To Reverse Board Action. Except for rule changes, members cannot call a special membership vote to veto a board's decision. Rather, the power to veto is indirect. If members are unhappy with board actions (or inaction), the membership can remove the board or wait until the annual meeting and elect a new board.

To Fire a Manager. Members cannot call a special membership vote to fire a manager. Managers, whether employees of the association or employees of a management company, are not subject to firing by the membership. Such matters fall under the authority of the board of directors. If members are unhappy with management, members ultimately have recourse by electing directors who agree with their position.

To Permanently Remove a Director. The Corporations Code does not provide for the permanent removal of directors. So long as the person meets the qualifications of a director and there are no term limits, he/she can be elected to the board even if recalled by the membership. If an association has cumulative voting, almost anyone can be elected, no matter how dysfunctional they might be. To avoid this problem, associations should amend their bylaws to eliminate cumulative voting.

To Adopt a Rule. Only the board has the authority to adopt and amend rules. (Civ. Code § 4360.) Members can, however, veto a rule if they follow the steps described in Civil Code § 4365 but that is the extent of membership authority. Although members can petition for a special meeting for any lawful purpose (Corp. Code § 7510(e)), forcing a ballot to add or change rules is not within their authority (unless the governing documents state otherwise). Indirectly, members can change the rules by electing board members who agree with their position.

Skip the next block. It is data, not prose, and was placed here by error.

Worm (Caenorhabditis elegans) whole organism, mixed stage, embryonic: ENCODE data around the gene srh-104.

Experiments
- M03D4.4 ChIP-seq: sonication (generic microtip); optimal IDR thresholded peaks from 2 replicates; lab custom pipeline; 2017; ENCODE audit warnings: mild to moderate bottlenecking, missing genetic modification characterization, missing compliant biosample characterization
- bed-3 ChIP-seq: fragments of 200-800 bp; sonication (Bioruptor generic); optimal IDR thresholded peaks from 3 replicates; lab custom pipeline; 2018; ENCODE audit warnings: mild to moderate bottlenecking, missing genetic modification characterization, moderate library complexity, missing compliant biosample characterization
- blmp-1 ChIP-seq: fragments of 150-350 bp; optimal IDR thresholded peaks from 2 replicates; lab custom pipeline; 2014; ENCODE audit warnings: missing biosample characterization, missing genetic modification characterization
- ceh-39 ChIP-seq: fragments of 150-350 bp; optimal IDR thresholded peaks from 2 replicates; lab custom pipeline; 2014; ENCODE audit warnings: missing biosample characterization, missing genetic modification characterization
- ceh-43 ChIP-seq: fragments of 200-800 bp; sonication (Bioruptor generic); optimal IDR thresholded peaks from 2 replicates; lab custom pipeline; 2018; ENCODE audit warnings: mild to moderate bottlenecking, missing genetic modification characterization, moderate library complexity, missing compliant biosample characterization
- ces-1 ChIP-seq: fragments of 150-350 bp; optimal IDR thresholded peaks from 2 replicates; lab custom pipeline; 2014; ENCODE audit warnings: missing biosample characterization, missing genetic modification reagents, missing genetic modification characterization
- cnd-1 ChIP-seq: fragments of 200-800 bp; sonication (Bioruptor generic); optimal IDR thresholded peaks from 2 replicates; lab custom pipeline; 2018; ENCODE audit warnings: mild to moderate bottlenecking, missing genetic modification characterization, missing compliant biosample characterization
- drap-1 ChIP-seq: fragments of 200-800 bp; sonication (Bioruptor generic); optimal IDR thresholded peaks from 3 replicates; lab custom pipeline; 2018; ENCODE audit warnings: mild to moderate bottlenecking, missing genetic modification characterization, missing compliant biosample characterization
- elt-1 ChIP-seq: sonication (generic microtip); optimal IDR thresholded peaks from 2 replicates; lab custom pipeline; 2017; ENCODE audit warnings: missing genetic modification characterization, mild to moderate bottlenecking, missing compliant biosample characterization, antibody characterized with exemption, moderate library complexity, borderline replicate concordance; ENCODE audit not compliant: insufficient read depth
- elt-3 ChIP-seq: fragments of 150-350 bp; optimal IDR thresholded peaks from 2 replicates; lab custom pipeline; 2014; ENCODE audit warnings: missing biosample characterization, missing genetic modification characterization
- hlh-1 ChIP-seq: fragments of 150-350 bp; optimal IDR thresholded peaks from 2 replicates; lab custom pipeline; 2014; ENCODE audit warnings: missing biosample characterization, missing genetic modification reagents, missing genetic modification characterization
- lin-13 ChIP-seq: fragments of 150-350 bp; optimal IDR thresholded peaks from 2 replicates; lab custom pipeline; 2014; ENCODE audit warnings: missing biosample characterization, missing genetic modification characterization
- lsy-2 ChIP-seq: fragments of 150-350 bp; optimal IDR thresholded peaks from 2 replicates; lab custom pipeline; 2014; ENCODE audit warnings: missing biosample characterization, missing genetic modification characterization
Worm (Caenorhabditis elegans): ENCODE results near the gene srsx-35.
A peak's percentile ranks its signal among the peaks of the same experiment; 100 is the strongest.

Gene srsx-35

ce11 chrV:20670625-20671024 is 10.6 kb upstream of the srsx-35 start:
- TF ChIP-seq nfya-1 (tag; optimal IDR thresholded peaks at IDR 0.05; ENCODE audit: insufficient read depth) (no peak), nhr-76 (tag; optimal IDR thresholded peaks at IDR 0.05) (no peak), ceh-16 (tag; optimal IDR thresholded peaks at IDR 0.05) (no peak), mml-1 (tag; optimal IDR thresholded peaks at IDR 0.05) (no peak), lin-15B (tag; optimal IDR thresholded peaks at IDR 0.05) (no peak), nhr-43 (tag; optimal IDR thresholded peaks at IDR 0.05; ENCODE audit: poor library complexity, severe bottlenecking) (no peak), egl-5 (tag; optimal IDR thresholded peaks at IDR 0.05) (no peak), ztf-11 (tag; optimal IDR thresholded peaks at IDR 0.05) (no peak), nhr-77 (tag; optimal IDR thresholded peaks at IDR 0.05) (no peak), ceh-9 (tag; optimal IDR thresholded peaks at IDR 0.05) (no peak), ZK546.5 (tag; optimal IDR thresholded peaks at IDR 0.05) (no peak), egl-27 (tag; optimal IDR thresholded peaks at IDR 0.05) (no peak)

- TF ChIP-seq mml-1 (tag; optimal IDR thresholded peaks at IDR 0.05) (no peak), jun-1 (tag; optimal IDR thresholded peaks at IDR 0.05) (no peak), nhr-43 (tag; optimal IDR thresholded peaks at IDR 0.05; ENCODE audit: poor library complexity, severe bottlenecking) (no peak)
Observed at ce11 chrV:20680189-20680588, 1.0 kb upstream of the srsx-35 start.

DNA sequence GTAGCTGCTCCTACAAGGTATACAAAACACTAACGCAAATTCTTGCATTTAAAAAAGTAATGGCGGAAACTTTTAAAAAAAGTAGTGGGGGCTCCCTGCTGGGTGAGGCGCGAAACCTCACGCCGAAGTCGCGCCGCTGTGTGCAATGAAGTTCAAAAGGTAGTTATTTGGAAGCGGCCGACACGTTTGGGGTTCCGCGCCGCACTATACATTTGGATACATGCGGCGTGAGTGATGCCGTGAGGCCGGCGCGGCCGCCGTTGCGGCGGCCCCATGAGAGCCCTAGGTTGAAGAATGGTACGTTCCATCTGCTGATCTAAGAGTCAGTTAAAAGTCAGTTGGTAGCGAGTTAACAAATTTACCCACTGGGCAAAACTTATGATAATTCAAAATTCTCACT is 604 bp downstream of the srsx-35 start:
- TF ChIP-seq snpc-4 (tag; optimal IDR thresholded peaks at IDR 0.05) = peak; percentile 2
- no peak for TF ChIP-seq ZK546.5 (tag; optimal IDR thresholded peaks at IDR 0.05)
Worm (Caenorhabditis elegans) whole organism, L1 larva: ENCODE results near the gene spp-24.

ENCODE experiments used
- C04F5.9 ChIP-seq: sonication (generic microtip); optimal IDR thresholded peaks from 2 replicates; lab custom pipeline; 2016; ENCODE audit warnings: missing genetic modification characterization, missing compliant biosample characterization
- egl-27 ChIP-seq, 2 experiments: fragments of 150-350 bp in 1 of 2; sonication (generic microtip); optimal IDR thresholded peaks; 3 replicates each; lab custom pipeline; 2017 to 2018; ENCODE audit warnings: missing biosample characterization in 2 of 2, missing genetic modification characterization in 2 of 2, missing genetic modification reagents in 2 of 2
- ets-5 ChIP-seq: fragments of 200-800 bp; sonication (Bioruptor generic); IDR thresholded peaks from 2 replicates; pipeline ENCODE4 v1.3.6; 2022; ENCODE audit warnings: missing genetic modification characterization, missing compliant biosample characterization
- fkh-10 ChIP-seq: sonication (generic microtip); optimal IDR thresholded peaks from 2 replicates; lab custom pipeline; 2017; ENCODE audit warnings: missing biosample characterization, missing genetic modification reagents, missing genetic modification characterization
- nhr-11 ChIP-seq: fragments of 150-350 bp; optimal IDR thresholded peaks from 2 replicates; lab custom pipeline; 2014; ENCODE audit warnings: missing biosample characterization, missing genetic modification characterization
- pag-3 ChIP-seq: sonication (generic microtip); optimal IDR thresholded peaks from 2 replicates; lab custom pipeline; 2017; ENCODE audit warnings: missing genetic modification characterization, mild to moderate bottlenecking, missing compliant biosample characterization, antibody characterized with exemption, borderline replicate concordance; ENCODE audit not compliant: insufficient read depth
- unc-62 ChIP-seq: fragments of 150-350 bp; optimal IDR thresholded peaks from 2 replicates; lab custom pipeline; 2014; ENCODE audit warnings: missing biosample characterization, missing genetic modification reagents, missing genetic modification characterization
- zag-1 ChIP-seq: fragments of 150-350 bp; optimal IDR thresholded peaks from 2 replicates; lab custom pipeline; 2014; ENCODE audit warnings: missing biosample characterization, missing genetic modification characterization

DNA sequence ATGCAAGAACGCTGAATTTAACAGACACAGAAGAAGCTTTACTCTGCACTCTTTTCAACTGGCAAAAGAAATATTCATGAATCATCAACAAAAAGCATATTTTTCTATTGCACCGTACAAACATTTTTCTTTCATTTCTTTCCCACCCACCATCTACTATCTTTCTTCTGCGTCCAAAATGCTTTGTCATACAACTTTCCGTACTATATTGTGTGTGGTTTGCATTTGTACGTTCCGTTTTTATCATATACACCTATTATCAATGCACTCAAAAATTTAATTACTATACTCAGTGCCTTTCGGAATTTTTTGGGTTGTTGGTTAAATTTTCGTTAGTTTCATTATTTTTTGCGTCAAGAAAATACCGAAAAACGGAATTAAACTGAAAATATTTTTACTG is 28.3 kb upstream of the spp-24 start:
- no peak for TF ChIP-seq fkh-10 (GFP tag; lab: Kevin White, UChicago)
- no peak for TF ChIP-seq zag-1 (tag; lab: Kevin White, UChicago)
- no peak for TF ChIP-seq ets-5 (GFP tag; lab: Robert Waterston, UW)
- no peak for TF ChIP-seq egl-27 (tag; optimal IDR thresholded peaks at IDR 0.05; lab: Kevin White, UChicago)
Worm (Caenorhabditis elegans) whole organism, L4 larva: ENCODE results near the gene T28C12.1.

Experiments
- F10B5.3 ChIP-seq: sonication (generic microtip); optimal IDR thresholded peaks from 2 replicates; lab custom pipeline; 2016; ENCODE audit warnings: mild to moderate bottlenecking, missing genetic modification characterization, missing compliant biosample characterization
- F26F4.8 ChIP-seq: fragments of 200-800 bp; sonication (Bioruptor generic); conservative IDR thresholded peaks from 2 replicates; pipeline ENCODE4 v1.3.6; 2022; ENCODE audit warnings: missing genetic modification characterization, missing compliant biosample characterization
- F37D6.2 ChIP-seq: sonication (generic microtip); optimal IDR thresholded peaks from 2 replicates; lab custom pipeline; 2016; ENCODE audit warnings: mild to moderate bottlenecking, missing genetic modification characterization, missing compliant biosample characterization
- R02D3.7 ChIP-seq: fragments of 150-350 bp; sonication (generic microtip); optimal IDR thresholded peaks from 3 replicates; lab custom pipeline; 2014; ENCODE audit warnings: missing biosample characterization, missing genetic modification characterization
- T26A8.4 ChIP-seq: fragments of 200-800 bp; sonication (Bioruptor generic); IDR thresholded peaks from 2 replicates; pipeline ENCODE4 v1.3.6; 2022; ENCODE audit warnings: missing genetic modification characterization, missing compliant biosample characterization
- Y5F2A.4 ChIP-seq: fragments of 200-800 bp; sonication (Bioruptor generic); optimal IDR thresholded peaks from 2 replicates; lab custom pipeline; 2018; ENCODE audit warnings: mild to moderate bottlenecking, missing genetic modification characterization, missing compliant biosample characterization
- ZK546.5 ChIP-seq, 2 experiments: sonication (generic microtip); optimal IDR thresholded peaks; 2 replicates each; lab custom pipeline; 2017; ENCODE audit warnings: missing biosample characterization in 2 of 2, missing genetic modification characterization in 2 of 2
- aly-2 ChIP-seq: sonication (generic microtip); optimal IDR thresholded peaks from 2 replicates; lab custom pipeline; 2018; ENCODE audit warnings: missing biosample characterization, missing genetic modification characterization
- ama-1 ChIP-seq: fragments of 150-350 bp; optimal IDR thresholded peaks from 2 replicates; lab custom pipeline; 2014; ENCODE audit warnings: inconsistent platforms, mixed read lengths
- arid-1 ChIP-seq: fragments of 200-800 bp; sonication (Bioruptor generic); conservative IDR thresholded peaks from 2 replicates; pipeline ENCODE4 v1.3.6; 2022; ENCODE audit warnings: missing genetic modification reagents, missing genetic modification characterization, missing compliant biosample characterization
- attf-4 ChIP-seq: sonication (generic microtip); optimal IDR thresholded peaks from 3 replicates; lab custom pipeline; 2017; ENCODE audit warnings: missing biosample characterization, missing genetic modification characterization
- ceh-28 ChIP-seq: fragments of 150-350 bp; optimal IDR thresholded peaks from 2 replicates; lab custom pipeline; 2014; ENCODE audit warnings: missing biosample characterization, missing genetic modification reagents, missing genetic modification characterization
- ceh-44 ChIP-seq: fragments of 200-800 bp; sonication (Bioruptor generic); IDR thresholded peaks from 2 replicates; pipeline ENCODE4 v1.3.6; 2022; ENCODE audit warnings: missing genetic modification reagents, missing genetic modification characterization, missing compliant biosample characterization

A Recycled Petition. If a petition to recall the board was submitted, a meeting was held but failed to achieve quorum, and was adjourned, the same petition cannot be recycled to launch another recall meeting. If the petitioners want to launch another recall, they need to circulate a new petition and obtain new signatures.

Online Petitions. Members cannot use online petitions to call a special meeting. Associations have the right to verify signatures. With paper-and-ink petitions, members sign their names in their distinctive handwriting styles which can easily be verified. Electronic signatures are easily forged by a petitioner plus anyone can "sign" a petition (children, non-member spouses, tenants, etc.) with the click of a mouse. Electronic signatures cannot be verified.

ASSISTANCE: For boards needing legal assistance, contact us. Because our law firm serves only as corporate counsel, we cannot assist individual owners with recall issues. To stay current with issues affecting community associations, subscribe to the Davis-Stirling Newsletter.

Adams Stirling PLC